President Reagan promised today to maintain the military buildup he launched four years ago, telling the graduating class of the U.S. Naval Academy that it is "too costly for America not to be prepared."
Ignoring the series of setbacks his administration has suffered recently on defense issues, Reagan shook hands with all 1,032 graduates and vowed that "I will do everything in my power to make certain the country gives you the tools and equipment you need to do your job."
During the graduating midshipmen's four years at the academy, Reagan said, "much progress had been made" toward his goal of rebuilding "America's weakened defenses." He did not mention the pending House version of the budget, which would freeze defense spending without allowing for inflation, nor his embattled proposal to deploy at least 100 MX missiles.
The president made an oblique reference to scandals in defense procurement, which led Navy Secretary John F. Lehman Jr. -- who introduced Reagan today -- to penalize General Dynamics Corp. on Tuesday for "pervasive" business misconduct.
"We've moved forward to ferret out waste and inefficiency," Reagan said.
He said, as he has in the past, that "those stories about outrageously expensive hammers and bolts" are actually "success stories" because they showed that his administration was "finding the waste and cutting it out."
The president was warmly received by an audience of 15,000, many of them relatives and friends of the graduating midshipmen, and he joined in the festive mood of the crowd at Navy-Marine Corps Memorial Stadium. Many of the midshipmen shouted and waved after receiving their graduation certificates and one gave the president an enthusiastic "high five" instead of the traditional handshake. Reagan returned it, smiling broadly.
Reagan's speech today restated his familiar theme that military unpreparedness is an invitation to aggression and war. But he avoided an emotional tone in his discussion of Soviet military prowess, making what an aide termed "a deliberate attempt to hold his ground without being provocative."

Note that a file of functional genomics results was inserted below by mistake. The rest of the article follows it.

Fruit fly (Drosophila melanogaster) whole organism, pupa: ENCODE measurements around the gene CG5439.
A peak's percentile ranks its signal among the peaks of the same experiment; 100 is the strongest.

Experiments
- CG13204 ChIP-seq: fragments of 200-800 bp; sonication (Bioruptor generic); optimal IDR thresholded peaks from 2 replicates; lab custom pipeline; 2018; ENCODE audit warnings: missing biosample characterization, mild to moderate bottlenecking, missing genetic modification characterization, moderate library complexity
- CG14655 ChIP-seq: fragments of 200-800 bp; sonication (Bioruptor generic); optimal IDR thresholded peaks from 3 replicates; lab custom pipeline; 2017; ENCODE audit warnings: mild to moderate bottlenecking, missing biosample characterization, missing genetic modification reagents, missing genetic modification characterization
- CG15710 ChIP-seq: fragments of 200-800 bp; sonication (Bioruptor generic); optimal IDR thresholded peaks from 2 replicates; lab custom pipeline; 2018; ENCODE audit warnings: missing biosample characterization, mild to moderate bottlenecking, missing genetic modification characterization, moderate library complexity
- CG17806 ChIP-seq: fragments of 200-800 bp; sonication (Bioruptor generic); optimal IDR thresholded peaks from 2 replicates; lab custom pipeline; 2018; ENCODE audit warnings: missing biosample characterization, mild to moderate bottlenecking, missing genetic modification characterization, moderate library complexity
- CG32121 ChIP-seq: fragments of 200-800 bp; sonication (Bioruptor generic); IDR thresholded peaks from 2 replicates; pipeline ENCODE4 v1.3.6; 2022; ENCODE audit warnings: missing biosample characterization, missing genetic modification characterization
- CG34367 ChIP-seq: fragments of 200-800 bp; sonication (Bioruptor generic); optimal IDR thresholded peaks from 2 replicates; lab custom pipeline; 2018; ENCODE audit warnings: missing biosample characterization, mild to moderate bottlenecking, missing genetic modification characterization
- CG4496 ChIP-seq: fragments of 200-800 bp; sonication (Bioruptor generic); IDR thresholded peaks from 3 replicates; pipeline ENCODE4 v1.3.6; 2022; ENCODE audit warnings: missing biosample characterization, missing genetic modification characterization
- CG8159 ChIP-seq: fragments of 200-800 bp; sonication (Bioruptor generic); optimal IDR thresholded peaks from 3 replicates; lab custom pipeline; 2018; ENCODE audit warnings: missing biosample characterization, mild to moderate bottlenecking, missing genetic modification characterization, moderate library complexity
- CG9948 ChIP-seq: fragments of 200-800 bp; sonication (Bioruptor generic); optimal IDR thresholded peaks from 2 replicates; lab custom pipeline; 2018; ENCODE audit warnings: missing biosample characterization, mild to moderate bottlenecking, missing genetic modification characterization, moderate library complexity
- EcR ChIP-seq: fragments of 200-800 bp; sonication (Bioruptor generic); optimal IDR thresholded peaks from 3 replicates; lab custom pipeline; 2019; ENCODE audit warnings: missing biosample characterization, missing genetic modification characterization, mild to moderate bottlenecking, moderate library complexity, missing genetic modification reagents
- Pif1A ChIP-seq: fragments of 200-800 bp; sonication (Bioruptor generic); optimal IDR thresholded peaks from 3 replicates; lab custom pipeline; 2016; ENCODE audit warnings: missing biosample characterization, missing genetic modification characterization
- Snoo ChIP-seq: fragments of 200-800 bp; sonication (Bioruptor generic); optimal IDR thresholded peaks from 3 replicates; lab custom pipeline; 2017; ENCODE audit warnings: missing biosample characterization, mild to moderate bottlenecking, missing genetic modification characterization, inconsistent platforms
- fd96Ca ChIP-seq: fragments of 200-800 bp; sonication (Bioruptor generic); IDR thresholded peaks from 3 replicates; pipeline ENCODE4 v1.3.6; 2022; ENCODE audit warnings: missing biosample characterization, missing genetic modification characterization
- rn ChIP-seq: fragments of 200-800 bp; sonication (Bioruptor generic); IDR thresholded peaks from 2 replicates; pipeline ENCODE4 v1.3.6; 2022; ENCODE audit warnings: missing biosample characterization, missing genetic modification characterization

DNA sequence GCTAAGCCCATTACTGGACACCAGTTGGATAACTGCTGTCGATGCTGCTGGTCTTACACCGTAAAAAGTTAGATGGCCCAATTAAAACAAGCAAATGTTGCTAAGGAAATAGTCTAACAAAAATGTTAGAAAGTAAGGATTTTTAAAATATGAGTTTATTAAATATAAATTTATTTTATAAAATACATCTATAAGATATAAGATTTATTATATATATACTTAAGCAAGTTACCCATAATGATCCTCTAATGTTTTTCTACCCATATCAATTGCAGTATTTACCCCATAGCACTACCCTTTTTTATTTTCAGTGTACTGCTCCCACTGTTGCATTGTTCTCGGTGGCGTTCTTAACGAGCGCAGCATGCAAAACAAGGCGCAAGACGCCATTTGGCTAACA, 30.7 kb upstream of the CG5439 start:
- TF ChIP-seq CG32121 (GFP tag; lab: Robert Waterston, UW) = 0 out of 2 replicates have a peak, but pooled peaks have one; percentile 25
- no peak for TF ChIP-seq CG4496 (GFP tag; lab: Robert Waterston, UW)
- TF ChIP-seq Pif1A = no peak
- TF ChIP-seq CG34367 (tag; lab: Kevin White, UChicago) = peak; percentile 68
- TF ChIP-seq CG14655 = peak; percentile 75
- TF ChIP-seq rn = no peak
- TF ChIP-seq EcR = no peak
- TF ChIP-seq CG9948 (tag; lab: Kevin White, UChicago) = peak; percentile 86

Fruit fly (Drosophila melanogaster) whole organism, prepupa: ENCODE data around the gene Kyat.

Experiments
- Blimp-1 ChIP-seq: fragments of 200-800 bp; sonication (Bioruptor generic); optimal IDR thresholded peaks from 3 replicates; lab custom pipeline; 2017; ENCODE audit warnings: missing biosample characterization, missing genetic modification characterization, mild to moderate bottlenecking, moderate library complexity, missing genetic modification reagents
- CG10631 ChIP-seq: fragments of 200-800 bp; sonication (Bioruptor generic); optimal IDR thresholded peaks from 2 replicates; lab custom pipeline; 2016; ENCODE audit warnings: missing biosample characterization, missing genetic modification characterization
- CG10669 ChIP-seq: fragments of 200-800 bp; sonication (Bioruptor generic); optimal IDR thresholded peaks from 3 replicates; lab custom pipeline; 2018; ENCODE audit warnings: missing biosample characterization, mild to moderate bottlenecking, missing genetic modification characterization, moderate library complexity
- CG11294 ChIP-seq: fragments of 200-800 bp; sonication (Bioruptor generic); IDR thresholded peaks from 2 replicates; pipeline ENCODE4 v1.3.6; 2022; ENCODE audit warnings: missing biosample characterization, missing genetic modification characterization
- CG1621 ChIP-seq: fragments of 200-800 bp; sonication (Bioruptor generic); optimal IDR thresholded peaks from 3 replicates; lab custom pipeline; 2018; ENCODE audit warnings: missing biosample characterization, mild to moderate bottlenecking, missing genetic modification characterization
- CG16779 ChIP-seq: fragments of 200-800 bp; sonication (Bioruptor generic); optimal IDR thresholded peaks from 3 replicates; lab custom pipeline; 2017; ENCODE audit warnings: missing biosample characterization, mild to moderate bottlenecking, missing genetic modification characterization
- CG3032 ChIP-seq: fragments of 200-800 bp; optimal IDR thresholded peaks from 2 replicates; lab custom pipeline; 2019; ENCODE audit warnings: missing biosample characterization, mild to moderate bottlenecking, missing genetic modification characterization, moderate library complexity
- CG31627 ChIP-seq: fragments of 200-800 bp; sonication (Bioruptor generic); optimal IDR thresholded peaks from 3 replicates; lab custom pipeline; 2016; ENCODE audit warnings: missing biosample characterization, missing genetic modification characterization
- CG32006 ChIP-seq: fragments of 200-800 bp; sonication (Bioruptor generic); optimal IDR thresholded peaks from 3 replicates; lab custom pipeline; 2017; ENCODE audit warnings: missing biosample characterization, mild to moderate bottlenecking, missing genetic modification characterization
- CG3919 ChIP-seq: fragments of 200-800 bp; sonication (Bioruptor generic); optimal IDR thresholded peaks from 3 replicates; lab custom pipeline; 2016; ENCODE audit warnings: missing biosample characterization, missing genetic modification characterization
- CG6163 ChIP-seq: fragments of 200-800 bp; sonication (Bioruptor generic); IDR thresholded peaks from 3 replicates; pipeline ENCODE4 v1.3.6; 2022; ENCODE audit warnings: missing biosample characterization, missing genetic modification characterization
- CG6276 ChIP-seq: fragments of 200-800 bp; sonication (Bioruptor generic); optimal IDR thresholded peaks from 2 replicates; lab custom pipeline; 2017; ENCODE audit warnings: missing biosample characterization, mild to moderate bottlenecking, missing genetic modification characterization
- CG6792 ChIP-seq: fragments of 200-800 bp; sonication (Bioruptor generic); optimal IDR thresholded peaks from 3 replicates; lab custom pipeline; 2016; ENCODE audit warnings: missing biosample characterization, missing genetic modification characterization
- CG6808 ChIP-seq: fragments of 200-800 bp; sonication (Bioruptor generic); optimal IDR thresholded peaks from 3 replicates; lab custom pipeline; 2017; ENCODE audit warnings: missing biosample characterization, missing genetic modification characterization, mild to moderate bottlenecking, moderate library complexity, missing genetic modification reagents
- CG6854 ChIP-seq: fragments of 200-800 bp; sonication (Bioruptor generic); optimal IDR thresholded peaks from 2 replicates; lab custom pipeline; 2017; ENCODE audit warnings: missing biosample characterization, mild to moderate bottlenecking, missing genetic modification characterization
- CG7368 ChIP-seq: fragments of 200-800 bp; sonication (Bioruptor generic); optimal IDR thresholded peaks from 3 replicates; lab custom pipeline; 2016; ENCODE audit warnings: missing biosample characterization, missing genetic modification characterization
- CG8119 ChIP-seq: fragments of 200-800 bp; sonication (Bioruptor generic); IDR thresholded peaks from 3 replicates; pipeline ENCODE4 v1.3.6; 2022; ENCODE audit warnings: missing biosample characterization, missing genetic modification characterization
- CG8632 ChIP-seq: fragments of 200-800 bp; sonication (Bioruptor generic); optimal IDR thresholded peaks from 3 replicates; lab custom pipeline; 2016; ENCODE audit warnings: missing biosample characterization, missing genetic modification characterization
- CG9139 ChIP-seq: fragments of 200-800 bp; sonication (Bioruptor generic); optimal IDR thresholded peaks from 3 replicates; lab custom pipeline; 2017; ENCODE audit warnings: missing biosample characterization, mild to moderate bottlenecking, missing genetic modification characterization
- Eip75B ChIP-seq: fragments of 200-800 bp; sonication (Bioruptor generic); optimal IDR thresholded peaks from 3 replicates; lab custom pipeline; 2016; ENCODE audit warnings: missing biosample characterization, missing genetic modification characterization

"Today, as throughout our history, it is strength, not weakness, that will keep the peace," Reagan said. "It is about time that those who place their faith in wishful thinking and good intentions get the word."
Reagan contended that the Navy's role in deterrence went far beyond preventing nuclear war.
"The spectrum of conflict ranges from terrorism and guerrilla warfare through conventional and nuclear confrontation," he said. " . . . . We hope to dissuade hostile action at any level by persuading potential aggressors that, whatever their target, they will lose more than they will gain."
The president said a continued naval buildup is necessary because the Soviet Union had converted a navy once preoccupied with coastal defense "into an offensively designed, blue-water navy, a formidable threat to peace and stability throughout the world."
Reagan said the United States had allowed its military strength to decline in the decade before he took office, "perhaps as a result of confusion stemming from the Vietnam war." Citing the Soviet invasion of Afghanistan, Reagan said: "A weaker America did not mean a more peaceful world."
Reagan was presented with a navy-blue bathrobe decorated with the stripes of a five-star admiral and emblazoned in gold with the words "Commander in Chief." The president turned the bathrobe inside out to reveal a football slogan -- "Beat Army" -- that evoked a cheer from the crowd.